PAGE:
Saturday, August 23, 2014

Dunkleosteus - Old Bone-Face in Popular Culture

Western popular culture loves prehistoric beasts, especially dinosaurs. Indeed, dinosaurs crowd out almost everything else.  Exceptions are the mighty shark Megalodon, which has its own subculture of books, movies, and other stuff, and marine reptiles, which share space with the dinosaurs (and are often incorrectly called dinosaurs) as well as having some properties of their own and cross-fertilizing with the interest in sea monsters and lake monsters. I caught a traveling exhibit on marine reptiles way back in 1991 at the Fort Worth (TX) Museum of Natural History, where one display asked “Is Nessie a Plesiosaur?” (The answer, in case you were wondering, was a politely argued “no.”)  

Now, on to Dunkleosteus: there are many species, but D. terrelli was by far the largest, and is the only one I’m concerned with.  Dunkleosteus is a genus name now widely accepted, after being untangled from the older and once-conflated Dinichthys (still a good genus of its own) and the latter’s proposed synonym or replacement, Ponerichthys. I think I have all that right.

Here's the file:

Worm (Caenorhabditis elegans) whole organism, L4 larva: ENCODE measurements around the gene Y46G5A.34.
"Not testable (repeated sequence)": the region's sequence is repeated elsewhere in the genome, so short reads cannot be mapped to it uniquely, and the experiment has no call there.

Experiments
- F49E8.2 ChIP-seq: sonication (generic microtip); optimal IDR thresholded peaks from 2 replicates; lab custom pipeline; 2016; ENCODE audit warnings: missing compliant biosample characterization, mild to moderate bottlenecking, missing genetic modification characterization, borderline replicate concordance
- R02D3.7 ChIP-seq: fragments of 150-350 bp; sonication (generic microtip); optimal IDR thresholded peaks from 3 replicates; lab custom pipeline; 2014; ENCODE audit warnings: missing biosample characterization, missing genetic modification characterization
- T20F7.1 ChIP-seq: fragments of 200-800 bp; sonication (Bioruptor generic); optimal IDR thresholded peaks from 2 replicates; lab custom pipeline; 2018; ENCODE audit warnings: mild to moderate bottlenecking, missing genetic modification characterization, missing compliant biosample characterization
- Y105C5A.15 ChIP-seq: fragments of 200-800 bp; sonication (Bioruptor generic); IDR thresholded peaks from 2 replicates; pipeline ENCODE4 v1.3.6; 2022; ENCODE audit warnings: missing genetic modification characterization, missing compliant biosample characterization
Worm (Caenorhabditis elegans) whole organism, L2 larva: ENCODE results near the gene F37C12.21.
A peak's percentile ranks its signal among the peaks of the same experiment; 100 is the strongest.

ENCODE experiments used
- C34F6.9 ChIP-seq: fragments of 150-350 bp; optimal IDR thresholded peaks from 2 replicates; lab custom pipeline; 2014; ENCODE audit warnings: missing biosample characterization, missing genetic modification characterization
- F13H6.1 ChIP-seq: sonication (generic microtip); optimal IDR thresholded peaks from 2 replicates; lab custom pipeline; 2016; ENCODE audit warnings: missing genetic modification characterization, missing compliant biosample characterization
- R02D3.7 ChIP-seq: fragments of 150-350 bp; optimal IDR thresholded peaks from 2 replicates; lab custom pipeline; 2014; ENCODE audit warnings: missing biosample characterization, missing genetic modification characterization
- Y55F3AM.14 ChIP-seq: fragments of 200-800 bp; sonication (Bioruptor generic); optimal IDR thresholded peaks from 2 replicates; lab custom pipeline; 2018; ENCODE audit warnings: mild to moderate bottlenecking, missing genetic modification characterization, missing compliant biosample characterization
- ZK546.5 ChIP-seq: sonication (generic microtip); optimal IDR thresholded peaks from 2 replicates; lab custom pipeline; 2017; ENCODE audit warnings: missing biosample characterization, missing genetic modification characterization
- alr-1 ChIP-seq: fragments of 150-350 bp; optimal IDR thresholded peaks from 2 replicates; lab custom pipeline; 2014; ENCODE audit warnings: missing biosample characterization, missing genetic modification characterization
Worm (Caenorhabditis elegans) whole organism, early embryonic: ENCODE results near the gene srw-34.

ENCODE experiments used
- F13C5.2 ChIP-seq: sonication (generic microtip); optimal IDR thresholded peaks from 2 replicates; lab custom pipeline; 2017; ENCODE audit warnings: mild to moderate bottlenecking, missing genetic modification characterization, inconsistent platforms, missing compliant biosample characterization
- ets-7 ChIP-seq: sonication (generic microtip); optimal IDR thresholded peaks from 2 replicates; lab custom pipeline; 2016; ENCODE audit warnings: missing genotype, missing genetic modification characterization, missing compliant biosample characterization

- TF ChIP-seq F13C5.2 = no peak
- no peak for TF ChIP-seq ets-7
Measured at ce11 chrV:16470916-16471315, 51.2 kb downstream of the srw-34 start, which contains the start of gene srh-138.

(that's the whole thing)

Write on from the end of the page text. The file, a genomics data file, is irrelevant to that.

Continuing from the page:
Despite its enormous size (9-10 meters!) and fearsome appearance, though, the Dunk doesn’t appear much at all in pop culture compared to the plesiosaurs and tyrannosaurs of the Cretaceous. 

Dunkleosteus terrelli (image public domain)

Here’s my first attempt at a list:

The cheap and stunningly awful 2002 film Megalodon includes a baby Dunk: a character says the species grew to 12 feet long, a rare understatement. (I saw the baby prop on an online sale years later for $50 but for some reason didn’t pursue it.)

In the 1984 French-Italian horror film Monster Shark, the Dunk is (I swear I’m not making this up) one of the “parent” species used to breed a monster by crossing it with an octopus.  If the film is notable at all, it’s for presaging the “Sharktopus” and other idiotic hybrid creatures on the SyFy Channel.
I was mainly looking at Western culture, but the 2008 Studio Ghibli animalted film Ponyo includes a Dunk among its varied cast of fishy creatures.    

TV (nonfiction):
Start with the BBC series Sea Monsters (a.k.a. Chased by Sea Monsters, where the seven most dangerous seas in history included, in fifth place, the Devonian world of the Dunk.  There’s terrific CGI of the Dunk scaring hell out of a time-traveling explorer in a shark cage.

Dunkleosteus appeared in the second episode of Animal Armageddon on Animal Planet.

There’s an effort described on FaceBook to raise money for a new documentary and for a film called Dunkleosteus the Devilfish.  Not much seems to be happening, though. Another independent feautre called Dark Earth would also use Dunks, if funded to completion.

TV (fiction):
Some online sources mention the Dunk appearing in the ITV science fiction series Primeval, but I can’t find a definitive reference. 

Books (fiction):
The Dinotopia series of books, made into a TV miniseries, included “The Fish,” a Dunk that guarded the underwater entrance to a cavern.